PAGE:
My wife and I are wildlife rehabbers, and our home is sort of a wildlife hospital with cages in every room etc.

That experience suggests to me that there isn't a hard black/white line between humans and other animals, but rather a progression of consciousness along a line from less to more sophisticated.

As example, squirrels experience embarrassment, but they don't hang on to it for days like we might. A squirrel might experience embarrassment (a time based reflection on self) for a few minutes, but before very long at all they are back living in the moment.

If true, then you're unlikely to find a date when human consciousness emerged. It's more likely a long slow evolution which is still underway today.

It might be possible to point to noticeable turning points when the evolution of consciousness manifested a new milestone. I would propose that the emergence of religion might be such a milestone, as our ancient primal psychic bond with reality became ever more abstract and symbolic, due to the increasing sophistication of human thought and culture.

Consciousness arises out of the inherently divisive nature of thought. One thought stream divides from the other thought streams, looks upon the other thought streams from a perceived distance, and says "I am".

There's a common mythology on forums such as this that we are now evolving beyond this division based process, but millions of years of evolution going way back before we were even human suggests otherwise. The relentless march TOWARDS ever more division has been underway for a very long time, and is unlikely to be overturned by new age book authors.

Here's some evidence to back that claim up.

This whole process being discussed here is proclaimed to be about transcending the apparent division of self etc etc, but....

All you guys ever want to talk about is yourself.

"Me and my situation, me and my situation, me and my situation, me and my situation, me and my situation, me and my situation, me and my situation, me and my situation, me and my situation, me and my situation, me and my situation, me and my situation, me and my situation, me and my situation, me and my situation, me and my situation, me and my situation, me and my situation, me and my situation, me and my situation, me and my situation, me and my situation, me and my situation, me and my situation, me and my situation, me and my situation etc.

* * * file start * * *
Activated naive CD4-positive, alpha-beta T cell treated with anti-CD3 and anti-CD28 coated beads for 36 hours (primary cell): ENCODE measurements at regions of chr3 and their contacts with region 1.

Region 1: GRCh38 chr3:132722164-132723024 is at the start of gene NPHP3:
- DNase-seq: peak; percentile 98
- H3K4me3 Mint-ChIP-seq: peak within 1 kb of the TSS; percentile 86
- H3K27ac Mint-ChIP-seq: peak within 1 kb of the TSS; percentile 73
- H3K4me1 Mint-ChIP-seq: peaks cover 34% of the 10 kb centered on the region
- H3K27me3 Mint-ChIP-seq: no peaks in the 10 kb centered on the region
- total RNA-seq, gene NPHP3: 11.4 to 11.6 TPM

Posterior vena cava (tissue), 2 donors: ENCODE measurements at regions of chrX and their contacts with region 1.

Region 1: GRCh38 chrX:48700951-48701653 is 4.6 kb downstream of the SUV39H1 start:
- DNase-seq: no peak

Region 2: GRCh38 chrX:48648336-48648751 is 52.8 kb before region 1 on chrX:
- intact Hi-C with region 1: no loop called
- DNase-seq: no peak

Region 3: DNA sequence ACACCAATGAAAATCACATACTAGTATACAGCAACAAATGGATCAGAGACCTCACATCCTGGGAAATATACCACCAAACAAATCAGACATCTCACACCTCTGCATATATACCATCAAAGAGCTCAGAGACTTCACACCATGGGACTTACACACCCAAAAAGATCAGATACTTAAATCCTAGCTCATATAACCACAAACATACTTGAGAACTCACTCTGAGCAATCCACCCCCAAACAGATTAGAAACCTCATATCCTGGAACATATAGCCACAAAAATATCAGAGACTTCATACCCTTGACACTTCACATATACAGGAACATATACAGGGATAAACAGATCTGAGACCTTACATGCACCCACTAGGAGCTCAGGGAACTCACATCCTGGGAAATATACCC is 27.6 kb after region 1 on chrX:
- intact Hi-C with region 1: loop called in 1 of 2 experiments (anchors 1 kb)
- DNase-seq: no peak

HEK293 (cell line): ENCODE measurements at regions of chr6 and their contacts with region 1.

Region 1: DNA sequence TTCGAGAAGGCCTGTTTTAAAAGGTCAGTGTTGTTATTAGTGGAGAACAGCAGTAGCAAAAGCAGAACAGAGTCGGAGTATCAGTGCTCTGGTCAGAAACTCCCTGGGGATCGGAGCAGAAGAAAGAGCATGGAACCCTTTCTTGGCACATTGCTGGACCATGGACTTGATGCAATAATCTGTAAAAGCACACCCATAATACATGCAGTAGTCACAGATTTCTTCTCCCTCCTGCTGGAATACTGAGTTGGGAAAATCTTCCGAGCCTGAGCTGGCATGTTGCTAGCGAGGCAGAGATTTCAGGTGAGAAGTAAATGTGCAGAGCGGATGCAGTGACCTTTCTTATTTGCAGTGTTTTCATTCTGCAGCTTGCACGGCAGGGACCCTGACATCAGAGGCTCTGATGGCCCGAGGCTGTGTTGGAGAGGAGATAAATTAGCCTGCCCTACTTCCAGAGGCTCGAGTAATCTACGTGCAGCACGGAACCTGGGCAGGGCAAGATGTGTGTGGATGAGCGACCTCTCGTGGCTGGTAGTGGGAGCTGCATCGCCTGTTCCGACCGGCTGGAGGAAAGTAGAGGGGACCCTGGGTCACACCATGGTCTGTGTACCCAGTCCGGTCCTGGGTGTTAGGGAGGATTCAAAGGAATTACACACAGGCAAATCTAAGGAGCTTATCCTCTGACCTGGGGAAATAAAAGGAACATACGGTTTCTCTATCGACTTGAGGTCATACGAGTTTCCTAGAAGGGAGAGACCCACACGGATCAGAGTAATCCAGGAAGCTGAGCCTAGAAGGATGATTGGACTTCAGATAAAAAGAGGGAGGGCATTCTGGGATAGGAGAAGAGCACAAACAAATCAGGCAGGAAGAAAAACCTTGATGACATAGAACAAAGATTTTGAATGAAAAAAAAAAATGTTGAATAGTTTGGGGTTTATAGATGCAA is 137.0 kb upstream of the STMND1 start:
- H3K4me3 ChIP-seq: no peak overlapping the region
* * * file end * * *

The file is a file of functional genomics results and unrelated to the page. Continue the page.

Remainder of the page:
All day long every day for years.

The reason skilled writers like Tolle are so popular is that they are enabling a compelling self delusion.

They sell us on the idea we are engaged in transcending self which sounds very glamorous, while helping us focus on ourselves more and more and more and more, the very thing we've always wanted to do, and the very thing that got us in to trouble in the first place.

This is a similar process to trying to cure alcoholism with a truckload of scotch. Very popular with alcoholics we might presume, but unlikely to be very effective.

In contrast to illustrate, a Catholic priest might say something like, "Let's forget about you and your situation, and go serve the poor and their situation." This is a far less popular message, but may be a more powerful one, as it leaves less room for self delusion. We show up at the homeless shelter, or we don't, yes or no, a simplicity which is more ruthless in it's clarity.
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Re: at what point in human evolution did consciousness arise

Postby DavidB » Mon Jun 15, 2015 10:32 am

ashley72 wrote:
DavidB wrote:Consciousness has always been present though, it didn't arise at some point.


I just found the meaning of life - Me!

Really David? Consciousness has always been present. I thought you were a more conscientious thinker than that. :wink:

I don't think any "serious" scientist would agree with you on that one.

The latest scientific research is pointing at Consciousness being an emergent property of network complexity. In other words, there is no soul!

http://news.vanderbilt.edu/2015/03/213466/


Are you suggesting ash, that consciousness and the present are separate, that the present moment, the now, is not one with consciousness? It would be interesting to see how we could prove that consciousness exists outside of the present. And I am a conscientious thinker but only when I need to be and when I could be bothered making the effort. :wink:

I wouldn't expect a scientist to agree with me on that, as science is materialistic and a materialist scientist generally only deals with the material universe.

If electricity is an emergent property of electronics, and radio waves are an emergent property of a radio, then consciousness can be perceived as an emergent property of the brain. We all know that makes no sense. And yes, I am suggesting that the brain is like an antenna, that attenuates to consciousness and is a non local phenomenon.

Thanks for the link.
“Wisdom is knowing I am nothing, Love is knowing I am everything, and between the two my life moves.” ― Sri Nisargadatta Maharaj